Being out in the countryside with my dogs gives me time to think. I’ve learnt the pleasure of solitude without being lonely, and that’s a good feeling for me.

Welcome to "Man with two dogs" - the family website for dog owners and dog walkers.

This is my countryside diary which appears each Saturday in the Dundee Courier newspaper.

Springing to life

April 21st, 2012

THERE ARE times when a dog in the countryside, especially one as rumbustious as Inka, can be a drawback. At this time of year the focus is on nesting and breeding and it’s often possible, if you go quietly, to get closer than usual to a lot of wildlife. Going quietly isn’t really an option with Inka, but there’s still plenty to be seen.

A pair of jackdaws, one with a beakful of nesting material, sat in the lower branches of a beech tree, apparently quite oblivious to us while I stopped and watched them. I guess that they had a nest in a hole in one of the old trees, but their natural caution stopped them flying into it until I was gone.

It’s unusual to see as many as eight mallard duck on the burn near the house. If past years are anything to go by, hopefully at least a couple of them will pair off and nest somewhere close by.

It was Inka who disturbed a woodcock amongst the dead leaves just a few paces from where I had passed. Their plumage is perfect camouflage against that sort of background and if I’d been on my own it would have sat tight and I never would have seen it. I didn’t see a mate but there probably was one not far away.

First light can be a good time to see the woods waken up. Sometimes a hare ambles out onto the grass for an early morning snack. We’ve found leverets tucked up in the undergrowth near the edge of the wood, left there during the daytime hours while the parents rest up. If ever you should come across leverets apparently abandoned, leave them alone – the parents will return in the evening to feed them.

It’s not just the birds and the animals. Fields that were brown one day, the next show a faint stubble of green growth that has appeared overnight. Most likely to be spring barley, grown for malting barley for our whisky.

It’s the same with the trees. One day the leaf buds are tightly closed and the next there’s a delicate green veil mantling the branches where the new leaves have started to break open. Sycamore and horse chestnut are well forward and it won’t be long until their skeletal branches are lost from view inside the dense canopy of green foliage.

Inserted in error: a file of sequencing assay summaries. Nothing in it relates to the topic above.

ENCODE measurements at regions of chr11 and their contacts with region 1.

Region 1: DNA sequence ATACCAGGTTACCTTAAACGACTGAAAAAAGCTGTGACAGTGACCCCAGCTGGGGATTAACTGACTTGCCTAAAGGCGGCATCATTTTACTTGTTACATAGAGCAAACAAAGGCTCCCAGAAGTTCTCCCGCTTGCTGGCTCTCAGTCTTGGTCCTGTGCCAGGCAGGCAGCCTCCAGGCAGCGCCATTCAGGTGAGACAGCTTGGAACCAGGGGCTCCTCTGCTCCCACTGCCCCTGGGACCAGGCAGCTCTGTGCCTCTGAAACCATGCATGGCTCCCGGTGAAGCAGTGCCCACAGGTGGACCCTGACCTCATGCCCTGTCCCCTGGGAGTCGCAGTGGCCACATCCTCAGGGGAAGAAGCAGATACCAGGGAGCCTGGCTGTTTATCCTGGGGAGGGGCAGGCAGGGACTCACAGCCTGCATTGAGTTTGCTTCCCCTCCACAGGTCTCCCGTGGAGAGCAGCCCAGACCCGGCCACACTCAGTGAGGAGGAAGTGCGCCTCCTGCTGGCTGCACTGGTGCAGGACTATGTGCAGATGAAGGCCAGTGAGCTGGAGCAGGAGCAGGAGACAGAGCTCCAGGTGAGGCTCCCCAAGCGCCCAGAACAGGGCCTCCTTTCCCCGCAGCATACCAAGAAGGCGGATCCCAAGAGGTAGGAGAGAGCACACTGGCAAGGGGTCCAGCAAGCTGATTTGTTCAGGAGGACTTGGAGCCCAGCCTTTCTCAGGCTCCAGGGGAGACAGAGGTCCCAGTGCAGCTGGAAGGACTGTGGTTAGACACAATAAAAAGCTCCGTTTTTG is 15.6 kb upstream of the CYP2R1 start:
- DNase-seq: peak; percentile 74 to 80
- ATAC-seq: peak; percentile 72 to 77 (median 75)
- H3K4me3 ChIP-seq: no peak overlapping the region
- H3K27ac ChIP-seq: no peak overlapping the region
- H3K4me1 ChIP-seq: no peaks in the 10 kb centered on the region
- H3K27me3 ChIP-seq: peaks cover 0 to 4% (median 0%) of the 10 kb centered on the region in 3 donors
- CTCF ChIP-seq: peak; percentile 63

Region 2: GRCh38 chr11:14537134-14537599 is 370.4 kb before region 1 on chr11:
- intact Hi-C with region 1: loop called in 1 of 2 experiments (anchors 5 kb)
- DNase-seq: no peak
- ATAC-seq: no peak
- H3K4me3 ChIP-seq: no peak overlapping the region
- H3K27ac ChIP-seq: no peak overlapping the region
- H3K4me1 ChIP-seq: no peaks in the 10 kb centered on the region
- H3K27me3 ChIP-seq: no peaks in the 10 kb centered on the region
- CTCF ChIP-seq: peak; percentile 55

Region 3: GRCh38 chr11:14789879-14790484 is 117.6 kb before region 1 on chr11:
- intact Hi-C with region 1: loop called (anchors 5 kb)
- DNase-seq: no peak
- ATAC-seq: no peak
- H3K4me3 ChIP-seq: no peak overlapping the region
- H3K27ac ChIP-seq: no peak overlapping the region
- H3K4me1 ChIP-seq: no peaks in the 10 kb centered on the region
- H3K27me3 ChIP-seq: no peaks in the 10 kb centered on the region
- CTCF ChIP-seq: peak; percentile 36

Look out for the frail wood sorrel’s white flowers topping slender, thread-like stems. They grow singly but there’s usually a confusion of them carpeting the woodland floor when you find them. There’s white blossom on the wild cherries – geans to you and me – and the blackthorn is another early flowering tree.

The river levels have been very low, but after the recent rain there’s plenty water now for the salmon to get upstream to the headwaters and their spawning redds. Walking the dogs along the North Esk at The Burn I met a party of fishermen up from the south who had caught nothing for their week. Fishermen’s luck being what it is, we agreed it would likely be better next week when they had gone home!

Inka came back carrying a baby rabbit minus its head. It had clearly only recently been killed for it was still warm. I wondered if it had fallen victim to a cat, but I don’t think cats have enough strength in their jaws to tear off even a baby rabbit’s head. More likely to have been an opportunistic fox which had dropped its prey and made good its escape.

Three cronies had paid their last respects to their old friend who they had gone to school with, grown up with, played football with and known all their days.

After the interment there had been a tremendous wake and the liberal provision of whisky had visibly raised their spirits. On the way home they agreed they could hardly pass their favourite pub where they had so often enjoyed the deceased’s company. It was soon clear from the unseemly mirth at their end of the bar that they had recovered from the day’s sad event.

One of them picked up a copy of the Evening Telegraph. Splashed across the front page was the banner headline, Local Man Dies. “Hope it’s someone we knew”, was the gallows humour comment.

Written on Saturday, April 21st, 2012 at 10:01 am for Uncategorized, Weekly.